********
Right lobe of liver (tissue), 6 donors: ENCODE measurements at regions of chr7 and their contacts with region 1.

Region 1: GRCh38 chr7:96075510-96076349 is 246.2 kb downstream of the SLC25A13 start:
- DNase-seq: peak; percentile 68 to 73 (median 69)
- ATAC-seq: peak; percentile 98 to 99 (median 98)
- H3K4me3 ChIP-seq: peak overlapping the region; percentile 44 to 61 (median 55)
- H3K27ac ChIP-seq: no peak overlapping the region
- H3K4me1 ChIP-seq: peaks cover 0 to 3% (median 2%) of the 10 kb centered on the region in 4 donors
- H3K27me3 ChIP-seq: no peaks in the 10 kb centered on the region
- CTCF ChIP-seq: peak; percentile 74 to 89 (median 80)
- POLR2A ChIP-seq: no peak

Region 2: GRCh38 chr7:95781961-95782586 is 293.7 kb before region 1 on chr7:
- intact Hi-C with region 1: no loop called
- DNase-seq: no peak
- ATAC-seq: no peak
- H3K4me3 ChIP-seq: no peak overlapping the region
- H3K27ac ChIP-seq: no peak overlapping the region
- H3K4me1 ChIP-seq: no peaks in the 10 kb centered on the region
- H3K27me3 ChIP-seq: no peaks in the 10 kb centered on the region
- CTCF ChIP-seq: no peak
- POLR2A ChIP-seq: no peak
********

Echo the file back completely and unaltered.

Right lobe of liver (tissue), 6 donors: ENCODE measurements at regions of chr7 and their contacts with region 1.

Region 1: GRCh38 chr7:96075510-96076349 is 246.2 kb downstream of the SLC25A13 start:
- DNase-seq: peak; percentile 68 to 73 (median 69)
- ATAC-seq: peak; percentile 98 to 99 (median 98)
- H3K4me3 ChIP-seq: peak overlapping the region; percentile 44 to 61 (median 55)
- H3K27ac ChIP-seq: no peak overlapping the region
- H3K4me1 ChIP-seq: peaks cover 0 to 3% (median 2%) of the 10 kb centered on the region in 4 donors
- H3K27me3 ChIP-seq: no peaks in the 10 kb centered on the region
- CTCF ChIP-seq: peak; percentile 74 to 89 (median 80)
- POLR2A ChIP-seq: no peak

Region 2: GRCh38 chr7:95781961-95782586 is 293.7 kb before region 1 on chr7:
- intact Hi-C with region 1: no loop called
- DNase-seq: no peak
- ATAC-seq: no peak
- H3K4me3 ChIP-seq: no peak overlapping the region
- H3K27ac ChIP-seq: no peak overlapping the region
- H3K4me1 ChIP-seq: no peaks in the 10 kb centered on the region
- H3K27me3 ChIP-seq: no peaks in the 10 kb centered on the region
- CTCF ChIP-seq: no peak
- POLR2A ChIP-seq: no peak